A year after its creation, SES sees increase in student contact


Daily file photo by Zack Laurence

The Center for Student Enrichment Services holds a student advocacy committee kick-off meeting at Scott Hall in April 2015. This year, the center will implement changes in an effort to serve the needs of first-generation and low-income students.

Jeremy Margolis, Reporter

Student Enrichment Services has seen an increase of about eight student contacts a month to 64 a month in the year since it was created, SES director Kourtney Cockrell said.

SES continues working on implementing changes in its programming in an effort to serve the needs of first-generation and low-income students, Cockrell said.

“While this is exciting and positive, it’s also a challenge given the current staffing structure which includes my role (director) as the only full-time position within Student Enrichment Services,” she said in an email to The Daily.

This summer, SES hosted two family events in Chicago for incoming freshmen that were also attended by alumni and staff, including Medill Prof. Ava Greenwell and Weinberg Prof. Frances Aparicio, Cockrell said in the email. The center also hosted two programs during Wildcat Welcome intended to provide information about academic and financial resources available to students and build a sense of community among them.

Communication senior Amanda Walsh, president of Northwestern’s chapter of the Quest Scholars Network, said the center has started to become a safe space for first-generation and low-income students.

“Now (Quest Scholars students) have a dedicated person who is there to make sure our students get the resources that they need and is there to tackle any problems that the students may have,” Walsh said. “If you need a coat for winter but you don’t have enough money, go to (Cockrell). In the same vein, if you need someone to help you take care of your financial aid because you don’t understand it, go to Kourtney.”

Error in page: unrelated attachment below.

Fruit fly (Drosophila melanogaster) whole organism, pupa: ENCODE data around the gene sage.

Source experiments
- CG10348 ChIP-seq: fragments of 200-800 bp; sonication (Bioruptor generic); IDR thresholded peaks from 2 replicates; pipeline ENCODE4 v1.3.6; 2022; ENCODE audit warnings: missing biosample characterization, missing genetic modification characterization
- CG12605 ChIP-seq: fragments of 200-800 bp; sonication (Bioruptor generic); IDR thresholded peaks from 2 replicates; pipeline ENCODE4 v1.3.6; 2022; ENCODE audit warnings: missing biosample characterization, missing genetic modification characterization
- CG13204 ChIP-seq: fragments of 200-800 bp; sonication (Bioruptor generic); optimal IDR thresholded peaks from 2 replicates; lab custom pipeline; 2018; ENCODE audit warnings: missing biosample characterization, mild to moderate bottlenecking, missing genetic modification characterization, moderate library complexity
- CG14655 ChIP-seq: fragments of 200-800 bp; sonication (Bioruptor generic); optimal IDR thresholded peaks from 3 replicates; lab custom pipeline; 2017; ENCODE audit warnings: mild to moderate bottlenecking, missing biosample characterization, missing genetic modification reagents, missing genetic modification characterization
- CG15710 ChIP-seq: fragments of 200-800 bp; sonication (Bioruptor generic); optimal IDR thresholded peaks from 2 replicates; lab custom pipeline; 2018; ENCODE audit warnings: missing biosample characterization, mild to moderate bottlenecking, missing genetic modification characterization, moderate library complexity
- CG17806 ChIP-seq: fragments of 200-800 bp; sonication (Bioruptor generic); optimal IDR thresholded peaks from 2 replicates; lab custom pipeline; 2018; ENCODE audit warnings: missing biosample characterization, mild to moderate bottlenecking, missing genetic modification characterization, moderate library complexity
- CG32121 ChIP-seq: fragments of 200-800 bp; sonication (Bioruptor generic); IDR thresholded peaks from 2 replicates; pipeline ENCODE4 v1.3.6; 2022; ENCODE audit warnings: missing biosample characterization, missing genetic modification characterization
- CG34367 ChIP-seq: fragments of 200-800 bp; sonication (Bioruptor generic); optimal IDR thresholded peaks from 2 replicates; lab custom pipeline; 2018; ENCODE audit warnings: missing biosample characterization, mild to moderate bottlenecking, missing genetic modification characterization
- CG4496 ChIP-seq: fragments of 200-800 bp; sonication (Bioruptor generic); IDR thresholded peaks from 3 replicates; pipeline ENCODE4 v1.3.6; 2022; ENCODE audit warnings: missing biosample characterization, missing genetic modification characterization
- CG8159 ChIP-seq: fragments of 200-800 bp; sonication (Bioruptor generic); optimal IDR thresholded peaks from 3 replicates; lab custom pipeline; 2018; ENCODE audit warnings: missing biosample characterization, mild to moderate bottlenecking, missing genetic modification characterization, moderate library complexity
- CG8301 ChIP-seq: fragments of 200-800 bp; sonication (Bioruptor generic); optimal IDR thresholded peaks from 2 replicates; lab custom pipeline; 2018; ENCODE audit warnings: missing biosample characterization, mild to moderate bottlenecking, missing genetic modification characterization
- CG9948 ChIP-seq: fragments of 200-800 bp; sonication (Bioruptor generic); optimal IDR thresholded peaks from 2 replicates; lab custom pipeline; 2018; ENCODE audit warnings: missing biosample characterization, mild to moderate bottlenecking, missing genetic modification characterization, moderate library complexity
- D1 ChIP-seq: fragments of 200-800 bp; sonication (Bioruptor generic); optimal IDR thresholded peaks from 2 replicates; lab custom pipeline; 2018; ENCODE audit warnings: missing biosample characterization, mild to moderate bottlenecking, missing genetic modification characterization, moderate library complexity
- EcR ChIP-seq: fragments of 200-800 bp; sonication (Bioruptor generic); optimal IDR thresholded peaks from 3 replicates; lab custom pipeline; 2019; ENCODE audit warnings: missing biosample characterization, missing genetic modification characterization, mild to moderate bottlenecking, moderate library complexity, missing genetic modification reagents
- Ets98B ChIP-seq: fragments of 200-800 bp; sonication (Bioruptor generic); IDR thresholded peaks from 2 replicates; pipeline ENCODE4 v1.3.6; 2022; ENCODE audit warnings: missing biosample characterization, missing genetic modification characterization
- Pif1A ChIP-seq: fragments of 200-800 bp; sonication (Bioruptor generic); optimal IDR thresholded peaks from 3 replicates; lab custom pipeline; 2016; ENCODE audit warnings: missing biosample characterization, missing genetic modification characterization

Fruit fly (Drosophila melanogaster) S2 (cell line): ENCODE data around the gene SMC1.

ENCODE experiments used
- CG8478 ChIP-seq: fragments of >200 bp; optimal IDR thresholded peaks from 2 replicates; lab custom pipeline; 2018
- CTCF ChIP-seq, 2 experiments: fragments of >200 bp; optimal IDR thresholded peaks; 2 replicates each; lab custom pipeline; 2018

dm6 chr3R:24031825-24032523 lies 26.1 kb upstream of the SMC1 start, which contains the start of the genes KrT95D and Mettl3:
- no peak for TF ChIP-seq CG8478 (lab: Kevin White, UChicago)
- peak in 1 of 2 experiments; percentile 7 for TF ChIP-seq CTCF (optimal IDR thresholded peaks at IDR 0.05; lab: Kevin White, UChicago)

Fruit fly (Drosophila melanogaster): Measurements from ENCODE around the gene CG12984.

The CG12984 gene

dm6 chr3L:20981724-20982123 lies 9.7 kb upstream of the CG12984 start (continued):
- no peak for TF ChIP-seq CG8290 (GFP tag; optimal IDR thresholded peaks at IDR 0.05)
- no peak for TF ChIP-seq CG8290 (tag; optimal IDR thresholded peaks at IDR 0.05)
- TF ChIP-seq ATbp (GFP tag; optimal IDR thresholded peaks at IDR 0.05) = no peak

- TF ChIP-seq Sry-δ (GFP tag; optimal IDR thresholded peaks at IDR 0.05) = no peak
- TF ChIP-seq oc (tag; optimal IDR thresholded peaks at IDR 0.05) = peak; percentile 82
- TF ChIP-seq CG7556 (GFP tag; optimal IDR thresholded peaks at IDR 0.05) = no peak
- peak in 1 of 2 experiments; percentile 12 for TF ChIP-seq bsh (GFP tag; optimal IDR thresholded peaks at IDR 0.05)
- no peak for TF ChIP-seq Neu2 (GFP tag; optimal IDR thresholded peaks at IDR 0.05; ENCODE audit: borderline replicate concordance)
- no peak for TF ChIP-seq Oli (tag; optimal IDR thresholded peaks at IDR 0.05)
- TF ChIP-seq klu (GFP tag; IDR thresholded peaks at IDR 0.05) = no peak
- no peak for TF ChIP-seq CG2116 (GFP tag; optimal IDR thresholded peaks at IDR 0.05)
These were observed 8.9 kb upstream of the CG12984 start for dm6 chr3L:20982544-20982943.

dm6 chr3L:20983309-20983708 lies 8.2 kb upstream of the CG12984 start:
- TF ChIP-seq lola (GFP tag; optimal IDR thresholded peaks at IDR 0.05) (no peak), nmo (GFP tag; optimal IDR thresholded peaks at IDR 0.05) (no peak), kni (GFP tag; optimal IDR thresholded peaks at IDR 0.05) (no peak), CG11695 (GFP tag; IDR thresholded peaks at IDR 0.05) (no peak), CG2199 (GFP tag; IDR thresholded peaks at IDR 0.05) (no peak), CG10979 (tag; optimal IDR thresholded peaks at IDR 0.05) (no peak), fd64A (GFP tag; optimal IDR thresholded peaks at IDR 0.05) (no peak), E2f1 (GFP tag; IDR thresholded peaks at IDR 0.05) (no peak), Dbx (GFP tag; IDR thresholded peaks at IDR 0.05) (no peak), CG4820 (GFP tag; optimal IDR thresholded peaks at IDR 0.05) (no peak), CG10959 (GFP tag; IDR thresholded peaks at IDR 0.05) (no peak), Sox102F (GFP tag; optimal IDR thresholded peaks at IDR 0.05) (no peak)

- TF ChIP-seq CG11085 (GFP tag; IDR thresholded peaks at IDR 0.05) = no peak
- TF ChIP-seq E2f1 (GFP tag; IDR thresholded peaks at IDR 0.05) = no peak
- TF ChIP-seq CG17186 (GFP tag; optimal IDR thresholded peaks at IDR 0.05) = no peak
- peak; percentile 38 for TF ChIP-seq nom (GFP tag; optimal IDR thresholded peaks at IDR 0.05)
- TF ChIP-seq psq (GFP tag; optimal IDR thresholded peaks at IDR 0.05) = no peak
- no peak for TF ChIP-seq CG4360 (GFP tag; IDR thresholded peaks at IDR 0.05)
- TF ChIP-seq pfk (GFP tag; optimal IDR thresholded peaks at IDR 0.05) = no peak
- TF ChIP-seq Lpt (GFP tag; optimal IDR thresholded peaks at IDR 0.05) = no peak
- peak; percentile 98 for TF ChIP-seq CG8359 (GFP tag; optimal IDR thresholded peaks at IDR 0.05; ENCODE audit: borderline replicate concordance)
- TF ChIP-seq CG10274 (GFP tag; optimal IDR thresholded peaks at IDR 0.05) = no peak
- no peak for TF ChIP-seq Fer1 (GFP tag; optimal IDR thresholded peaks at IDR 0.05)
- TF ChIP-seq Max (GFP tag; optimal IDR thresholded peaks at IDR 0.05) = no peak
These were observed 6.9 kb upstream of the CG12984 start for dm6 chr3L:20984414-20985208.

The student advocacy committee, which was previously run by Quest Scholars, was transferred to SES last winter. The committee creates a space for first-generation and low-income students to discuss issues they face and enact ways to solve those problems, Walsh said.

“The student advocacy committee will begin meeting this year to focus on programming and awareness raising of SES,” Cockrell said. “Programming will focus on financial wellness and career development, as well as a number of other relevant topics.

Although the committee has not met yet this year, it will likely meet monthly, Walsh said.

SES and Quest Scholars will also collaborate on creating a standardized application for scholarships and other funding opportunities so first-generation and low-income students don’t have to spend an exorbitant amount of time applying to individual programs, Walsh said. The program is scheduled to launch in Fall 2016, though testing and planning will begin in Winter Quarter 2016, Cockrell said in the email.

“Before we would have low income students in particular (who) would spend hours and hours and hours searching for resources in order to be more stable — in order to make sure that they could participate in the full Northwestern experience,” Walsh said. “That’s so unfair to low-income students.”

The effort to create an online voucher program for first-generation and low-income students to purchase tickets to campus events while maintaining privacy about their socioeconomic status has taken longer than expected, said SESP junior Matt Herndon, Associated Student Government’s vice president for diversity and inclusion.

The process is more complicated than simply subsidizing student groups that sell their tickets through the Norris Box Office because there are many other ticket-selling methods, Herndon said.

“Ideally we would love to have (everything) run through Norris and student groups not have to pay the fee to run through Norris,” Herndon said.

There is no timetable for when a voucher program will be complete, he said.

Despite progress made over the center’s first year, Walsh said there is still work to be done.

“There is still a long way to go for the University in terms of making sure that (first-generation and low-income) students have a safe space to hang out in and to express themselves without fear of retribution,” Walsh said. “But overall I think that the SES office was a fantastic beginning to the University trying very hard to make sure that low-income and first-generation students feel adequately taken care of on this campus.”

Another new initiative this year is the SES Peer Mentor program, which aims to help first-year students from low-income and/or first-generation backgrounds “feel an increased sense of belonging and connection to campus resources,” Cockrell said in the email. Under this program, which is already underway, first-year students will be matched with third- or fourth-year students from similar backgrounds and meet on a biweekly basis.

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